An in-tub seat or a seat at the head end of the tub shall be provided as shown in Fig. Grab bars complying with 4.1 General. Faucets and other controls complying with 4. 4.4 Exposed Pipes and Surfaces. 4. 32 Clear Floor Space at Lavatories 4.19. Fig.6* Mirrors. 4.20.3 Seat.6 Shower Unit.4 shall be located as shown in Fig. shall extend a maximum of 19 in (485 mm) underneath the lavatory (see Fig. If provided. Seats shall be mounted securely and shall not slip during use. 4.3. Mirrors shall be mounted with the bottom edge of the reflecting surface no higher than 40 in (1015 mm) above the finish floor (see Fig. 4. push-type. 4.20.21. 33 and 34.4. Faucets shall comply with 4.26 shall be provided as shown in Fig. The structural strength of seats and their attachments shall comply with 4.20.20 Bathtubs. Lever-operated. 4. Accessible bathtubs shall comply with 4. Enclosures on bathtubs shall not have tracks mounted on their rims. 4. 32). Accessible shower stalls shall comply with 4.26. A shower spray unit with a hose at least 60 in (1525 mm) long that can be used both as a fixed shower head and as a handheld shower shall be provided.20. enclosures for bathtubs shall not obstruct controls or transfer from wheelchairs onto bathtub seats or into tubs.7 Bathtub Enclosures.5 Controls. 33 and 34.21 Shower Stalls. 31 Lavatory Clearances 4. If self-closing valves are used the faucet shall remain open for at least 10 seconds.4 Grab Bars.20.20.20.4.20 Bathtubs.27. 33. 31). Hot water and drain pipes under lavatories shall be insulated or otherwise configured to protect against contact. and electronically controlled mechanisms are examples of acceptable designs.2 Floor Space.19. 4.21.27. There shall be no sharp or abrasive surfaces under lavatories. 4.19. 34. Clear floor space in front of bathtubs shall be as shown in Fig.20. 50 . Fig. 4.5 Faucets.1* General.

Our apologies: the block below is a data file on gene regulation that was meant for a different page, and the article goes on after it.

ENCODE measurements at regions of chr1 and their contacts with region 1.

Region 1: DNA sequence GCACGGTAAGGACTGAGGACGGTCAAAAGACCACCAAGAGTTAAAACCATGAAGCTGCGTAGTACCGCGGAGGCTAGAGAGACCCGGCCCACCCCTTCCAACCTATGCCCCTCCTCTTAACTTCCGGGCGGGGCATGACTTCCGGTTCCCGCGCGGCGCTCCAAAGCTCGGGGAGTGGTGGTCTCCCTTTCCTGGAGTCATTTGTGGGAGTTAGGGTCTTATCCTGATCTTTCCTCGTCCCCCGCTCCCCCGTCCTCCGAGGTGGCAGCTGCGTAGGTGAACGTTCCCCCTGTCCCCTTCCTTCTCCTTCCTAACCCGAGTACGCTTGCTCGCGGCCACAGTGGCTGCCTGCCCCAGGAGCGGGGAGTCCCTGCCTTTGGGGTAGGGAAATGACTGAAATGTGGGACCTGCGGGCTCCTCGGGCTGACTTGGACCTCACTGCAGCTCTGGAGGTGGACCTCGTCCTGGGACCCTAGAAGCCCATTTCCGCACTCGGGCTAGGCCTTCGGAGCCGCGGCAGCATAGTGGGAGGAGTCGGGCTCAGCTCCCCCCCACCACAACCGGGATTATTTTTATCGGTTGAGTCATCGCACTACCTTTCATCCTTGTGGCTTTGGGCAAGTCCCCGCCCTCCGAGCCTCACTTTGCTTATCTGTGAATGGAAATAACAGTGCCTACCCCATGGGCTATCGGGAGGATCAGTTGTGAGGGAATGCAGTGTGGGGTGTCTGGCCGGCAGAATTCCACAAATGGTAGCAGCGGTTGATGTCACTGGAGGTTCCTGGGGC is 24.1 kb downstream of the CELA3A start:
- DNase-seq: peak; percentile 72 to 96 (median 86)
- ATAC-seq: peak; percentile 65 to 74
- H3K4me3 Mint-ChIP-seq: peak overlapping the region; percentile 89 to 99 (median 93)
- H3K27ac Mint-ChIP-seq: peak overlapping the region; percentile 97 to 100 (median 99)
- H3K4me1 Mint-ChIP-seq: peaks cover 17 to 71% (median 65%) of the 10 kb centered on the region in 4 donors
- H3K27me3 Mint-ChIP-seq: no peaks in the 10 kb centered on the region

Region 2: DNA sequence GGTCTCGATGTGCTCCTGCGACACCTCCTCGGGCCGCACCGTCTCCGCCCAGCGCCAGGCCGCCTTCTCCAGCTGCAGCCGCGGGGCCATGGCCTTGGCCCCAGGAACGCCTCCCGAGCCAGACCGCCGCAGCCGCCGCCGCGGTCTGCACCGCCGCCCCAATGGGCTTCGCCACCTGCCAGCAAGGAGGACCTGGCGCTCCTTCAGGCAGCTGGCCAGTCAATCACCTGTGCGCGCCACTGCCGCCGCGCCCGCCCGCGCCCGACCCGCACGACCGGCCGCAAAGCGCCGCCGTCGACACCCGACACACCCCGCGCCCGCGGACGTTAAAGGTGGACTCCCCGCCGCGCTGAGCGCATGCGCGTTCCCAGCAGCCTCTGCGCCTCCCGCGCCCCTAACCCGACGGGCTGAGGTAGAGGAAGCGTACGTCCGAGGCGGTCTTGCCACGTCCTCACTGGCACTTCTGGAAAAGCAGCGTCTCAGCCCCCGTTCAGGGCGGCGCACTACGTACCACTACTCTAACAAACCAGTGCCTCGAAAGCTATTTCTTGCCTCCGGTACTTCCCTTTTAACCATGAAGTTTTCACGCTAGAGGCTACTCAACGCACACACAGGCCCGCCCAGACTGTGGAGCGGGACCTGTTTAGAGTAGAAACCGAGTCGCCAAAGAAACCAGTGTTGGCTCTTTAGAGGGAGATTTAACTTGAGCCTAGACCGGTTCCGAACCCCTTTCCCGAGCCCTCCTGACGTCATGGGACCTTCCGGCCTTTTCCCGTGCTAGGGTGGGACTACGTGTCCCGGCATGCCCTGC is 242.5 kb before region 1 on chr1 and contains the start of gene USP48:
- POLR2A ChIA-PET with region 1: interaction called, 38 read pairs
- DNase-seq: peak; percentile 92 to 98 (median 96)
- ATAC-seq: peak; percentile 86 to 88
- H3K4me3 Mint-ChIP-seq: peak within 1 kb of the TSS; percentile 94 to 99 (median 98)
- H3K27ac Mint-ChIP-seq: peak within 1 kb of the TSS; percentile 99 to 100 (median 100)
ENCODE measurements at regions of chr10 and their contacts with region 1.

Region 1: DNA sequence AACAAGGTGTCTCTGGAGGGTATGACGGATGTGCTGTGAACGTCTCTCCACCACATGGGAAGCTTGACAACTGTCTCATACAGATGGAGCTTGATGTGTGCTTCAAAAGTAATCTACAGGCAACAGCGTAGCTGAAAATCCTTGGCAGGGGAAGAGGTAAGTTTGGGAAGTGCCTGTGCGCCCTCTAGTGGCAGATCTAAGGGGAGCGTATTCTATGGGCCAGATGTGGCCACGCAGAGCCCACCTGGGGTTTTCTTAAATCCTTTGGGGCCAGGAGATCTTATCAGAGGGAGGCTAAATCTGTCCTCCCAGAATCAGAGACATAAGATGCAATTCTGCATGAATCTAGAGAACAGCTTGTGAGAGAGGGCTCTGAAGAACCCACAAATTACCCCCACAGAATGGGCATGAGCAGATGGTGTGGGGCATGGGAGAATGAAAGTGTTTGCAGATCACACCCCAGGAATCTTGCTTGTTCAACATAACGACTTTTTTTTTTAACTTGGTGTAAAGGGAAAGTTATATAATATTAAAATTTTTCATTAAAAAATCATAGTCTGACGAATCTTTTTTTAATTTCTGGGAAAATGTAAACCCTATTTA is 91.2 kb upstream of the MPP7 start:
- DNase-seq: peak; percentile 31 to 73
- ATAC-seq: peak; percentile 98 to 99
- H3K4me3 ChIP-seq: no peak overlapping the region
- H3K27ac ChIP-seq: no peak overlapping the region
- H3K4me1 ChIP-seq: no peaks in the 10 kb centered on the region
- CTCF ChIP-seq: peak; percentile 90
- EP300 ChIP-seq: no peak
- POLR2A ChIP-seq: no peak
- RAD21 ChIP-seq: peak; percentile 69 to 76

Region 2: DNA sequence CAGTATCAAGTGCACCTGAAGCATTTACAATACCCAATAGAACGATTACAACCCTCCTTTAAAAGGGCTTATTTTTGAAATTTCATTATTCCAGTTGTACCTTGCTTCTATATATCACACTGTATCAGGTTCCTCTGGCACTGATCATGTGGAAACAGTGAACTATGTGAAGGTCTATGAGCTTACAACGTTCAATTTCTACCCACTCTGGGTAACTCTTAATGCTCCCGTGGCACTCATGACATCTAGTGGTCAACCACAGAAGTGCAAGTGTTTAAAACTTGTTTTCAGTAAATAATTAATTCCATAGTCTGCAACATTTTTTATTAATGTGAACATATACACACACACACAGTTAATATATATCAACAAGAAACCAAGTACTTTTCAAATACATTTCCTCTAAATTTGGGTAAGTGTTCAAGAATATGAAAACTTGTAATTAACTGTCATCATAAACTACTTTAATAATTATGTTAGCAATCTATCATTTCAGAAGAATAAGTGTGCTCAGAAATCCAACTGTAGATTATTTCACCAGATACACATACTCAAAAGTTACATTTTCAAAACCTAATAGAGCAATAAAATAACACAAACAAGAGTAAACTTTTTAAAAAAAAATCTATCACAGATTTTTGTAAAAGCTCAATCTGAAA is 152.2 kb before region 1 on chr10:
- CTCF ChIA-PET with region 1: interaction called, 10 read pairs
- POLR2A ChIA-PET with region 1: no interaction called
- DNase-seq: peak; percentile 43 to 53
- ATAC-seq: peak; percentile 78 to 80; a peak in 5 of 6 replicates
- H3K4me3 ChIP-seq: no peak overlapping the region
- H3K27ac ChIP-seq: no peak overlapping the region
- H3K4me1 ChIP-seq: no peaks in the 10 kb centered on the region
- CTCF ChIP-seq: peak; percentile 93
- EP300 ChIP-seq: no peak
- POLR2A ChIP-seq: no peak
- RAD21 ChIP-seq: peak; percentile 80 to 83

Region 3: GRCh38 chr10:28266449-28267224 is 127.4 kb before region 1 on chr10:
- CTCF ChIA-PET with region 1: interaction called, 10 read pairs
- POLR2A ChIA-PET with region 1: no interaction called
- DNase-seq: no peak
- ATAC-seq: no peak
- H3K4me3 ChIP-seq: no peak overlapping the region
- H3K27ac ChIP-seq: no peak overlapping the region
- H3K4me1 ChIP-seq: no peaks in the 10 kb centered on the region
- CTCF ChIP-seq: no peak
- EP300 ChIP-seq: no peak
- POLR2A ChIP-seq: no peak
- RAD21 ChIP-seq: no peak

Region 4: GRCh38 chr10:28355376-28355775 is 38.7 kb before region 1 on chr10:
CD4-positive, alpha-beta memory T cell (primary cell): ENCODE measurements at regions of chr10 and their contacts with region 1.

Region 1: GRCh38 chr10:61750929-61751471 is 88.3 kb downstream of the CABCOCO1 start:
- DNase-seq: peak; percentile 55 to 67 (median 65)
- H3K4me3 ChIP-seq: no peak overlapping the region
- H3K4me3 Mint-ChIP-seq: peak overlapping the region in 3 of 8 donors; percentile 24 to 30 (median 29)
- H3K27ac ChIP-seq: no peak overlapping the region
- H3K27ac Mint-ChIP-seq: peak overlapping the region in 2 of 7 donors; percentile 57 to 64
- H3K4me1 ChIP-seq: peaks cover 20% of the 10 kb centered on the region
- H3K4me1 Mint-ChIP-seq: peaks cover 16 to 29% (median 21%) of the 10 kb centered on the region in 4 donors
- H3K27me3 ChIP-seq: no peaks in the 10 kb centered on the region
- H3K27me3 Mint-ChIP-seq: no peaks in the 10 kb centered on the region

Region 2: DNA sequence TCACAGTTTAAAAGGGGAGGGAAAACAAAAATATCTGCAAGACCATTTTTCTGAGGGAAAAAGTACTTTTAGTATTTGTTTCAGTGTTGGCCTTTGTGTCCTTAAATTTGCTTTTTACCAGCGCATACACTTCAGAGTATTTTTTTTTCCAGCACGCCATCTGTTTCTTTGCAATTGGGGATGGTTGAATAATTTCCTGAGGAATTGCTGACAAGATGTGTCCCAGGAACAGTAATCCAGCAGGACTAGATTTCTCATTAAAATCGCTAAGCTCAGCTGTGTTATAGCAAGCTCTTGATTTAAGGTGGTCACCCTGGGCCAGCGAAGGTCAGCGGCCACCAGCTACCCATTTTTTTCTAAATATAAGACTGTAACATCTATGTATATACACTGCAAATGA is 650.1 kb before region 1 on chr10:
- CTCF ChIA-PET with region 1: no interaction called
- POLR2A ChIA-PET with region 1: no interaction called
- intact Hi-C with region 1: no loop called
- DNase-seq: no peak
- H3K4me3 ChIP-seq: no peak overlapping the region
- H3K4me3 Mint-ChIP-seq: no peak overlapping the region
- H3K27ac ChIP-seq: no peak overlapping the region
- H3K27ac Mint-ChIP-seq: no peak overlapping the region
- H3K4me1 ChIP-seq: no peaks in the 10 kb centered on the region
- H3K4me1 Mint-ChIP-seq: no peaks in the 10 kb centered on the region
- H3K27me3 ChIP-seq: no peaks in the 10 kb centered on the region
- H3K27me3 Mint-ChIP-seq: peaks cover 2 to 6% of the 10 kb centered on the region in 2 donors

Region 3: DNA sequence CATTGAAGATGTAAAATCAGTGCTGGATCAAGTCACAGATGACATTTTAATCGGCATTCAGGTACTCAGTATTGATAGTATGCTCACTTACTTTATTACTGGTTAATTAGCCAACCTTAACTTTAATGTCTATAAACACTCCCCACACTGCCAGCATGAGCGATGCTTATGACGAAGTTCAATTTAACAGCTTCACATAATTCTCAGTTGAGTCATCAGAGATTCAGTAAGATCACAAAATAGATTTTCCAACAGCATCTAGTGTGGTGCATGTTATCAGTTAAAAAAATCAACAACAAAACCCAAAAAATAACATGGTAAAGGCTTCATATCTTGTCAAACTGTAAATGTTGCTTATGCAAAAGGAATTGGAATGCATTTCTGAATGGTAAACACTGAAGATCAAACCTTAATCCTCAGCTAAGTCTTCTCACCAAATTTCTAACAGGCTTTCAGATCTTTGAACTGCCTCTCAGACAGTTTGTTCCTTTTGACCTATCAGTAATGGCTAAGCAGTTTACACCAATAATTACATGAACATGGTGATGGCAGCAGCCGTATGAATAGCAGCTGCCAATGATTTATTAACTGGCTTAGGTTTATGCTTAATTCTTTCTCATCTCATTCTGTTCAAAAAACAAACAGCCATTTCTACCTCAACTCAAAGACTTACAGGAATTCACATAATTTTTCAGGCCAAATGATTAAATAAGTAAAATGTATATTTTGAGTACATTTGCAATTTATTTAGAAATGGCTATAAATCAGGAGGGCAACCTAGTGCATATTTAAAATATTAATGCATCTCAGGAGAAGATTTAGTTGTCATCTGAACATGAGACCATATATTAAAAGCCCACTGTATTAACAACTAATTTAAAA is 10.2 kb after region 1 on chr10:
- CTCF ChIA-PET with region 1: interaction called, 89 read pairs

curbs in shower stalls 36 in by 36 in (915 mm by 915 mm) shall be no higher than 1/2 in (13 mm). The structural strength of seats and their attachments shall comply with 4.27. then at least one of each shall comply with 4. 37. 4. Grab bars complying with 4. at least one stall 36 in (915 mm) wide with an outward swinging.2.17.3 shall be provided within an accessible toilet room.22. EXCEPTION: In unmonitored facilities where vandalism is a consideration.5 Urinals. The seat shall be mounted 17 in to 19 in (430 mm to 485 mm) from the bathroom floor and shall extend the full depth of the stall.22. it shall be a folding type and shall be mounted on the wall adjacent to the controls as shown in Fig.3* Clear Floor Space.21. In shower stalls 36 in by 36 in (915 mm by 915 mm).8 Shower Enclosures. receptacles.7 Curbs. 37. 4. If toilet stalls are provided. 57. The shower stall in Fig. 35(b) will fit into the space required for a bathtub.2.1 Minimum Number. 4. in addition to the stall complying with 4.2 Size and Clearances. Shower stalls that are 30 in by 60 in (760 mm by 1525 mm) minimum shall not have curbs. A shower spray unit with a hose at least 60 in (1525 mm) long that can be used both as a fixed shower head and as a handheld shower shall be provided. The accessible fixtures and controls required in 4.21. selfclosing door and parallel grab bars complying with Fig. and 4. 4. then at least one shall be a standard toilet stall complying with 4. faucets. 57(a) or (b). dispensers. 30(d) and 4. Accessible toilet rooms shall be on an accessible route.4.5. and the turning space may overlap. 4. then at least one of each shall be on an accessible route and shall comply with 4. If provided. All doors to accessible toilet rooms shall comply with 4. 4.22. then at least one shall comply with 4. 4.17. where 6 or more stalls are provided. 4.1. The shower stall in Fig.1. 4. An unobstructed turning space complying with 4. 4. 35(a) or (b). A seat shall be provided in shower stalls 36 in by 36 in (915 mm by 915 mm) and shall be as shown in Fig.4 Grab Bars.7 shall be on an accessible route.26 shall be provided.7 Controls and Dispensers. the seat shall be on the wall opposite the controls.16.26 shall be provided as shown in Fig.21. Except as specified in 9. a fixed shower head mounted at 48 in (1220 mm) above the shower floor may be used in lieu of a hand-held shower head. 4.22.22. 4. In a 36 in by 36 in (915 mm by 915 mm) shower stall.2 shall comply with Fig.4 Water Closets. 36. and the shower unit shall be mounted on the side wall opposite the seat.22. 51 4.5 Controls.6.27.21.22. Faucets and other controls complying with 4. the accessible route. then at least one shall comply with 4. enclosures for shower stalls shall not obstruct controls or obstruct transfer from wheelchairs onto shower seats. Shower stalls required by 9.22. If urinals are provided.22. If controls. 35(a) shall be 36 in by 36 in (915 mm by 915 mm).1 shall comply with 4.22. Water closets in such stalls shall comply with 4. If lavatories and mirrors are provided.13.22 Toilet Rooms.22.3. Doors shall not swing into the clear floor space required for any fixture. Toilet facilities required to be accessible by 4. 4. If water closets are not in stalls.22. or other equipment are provided. If provided.2 Doors. 4.21. all controls. .3 Seat. The clear floor space at fixtures and controls.26. shower stall size and clear floor space shall comply with Fig.21. 4.4 shall be located as shown in Fig.19.6 Lavatories and Mirrors.4.3.6 Shower Unit.22 Toilet Rooms.16.21.18. 4. Where a fixed seat is provided in a 30 in by 60 in minimum (760 mm by 1525 mm) shower stall.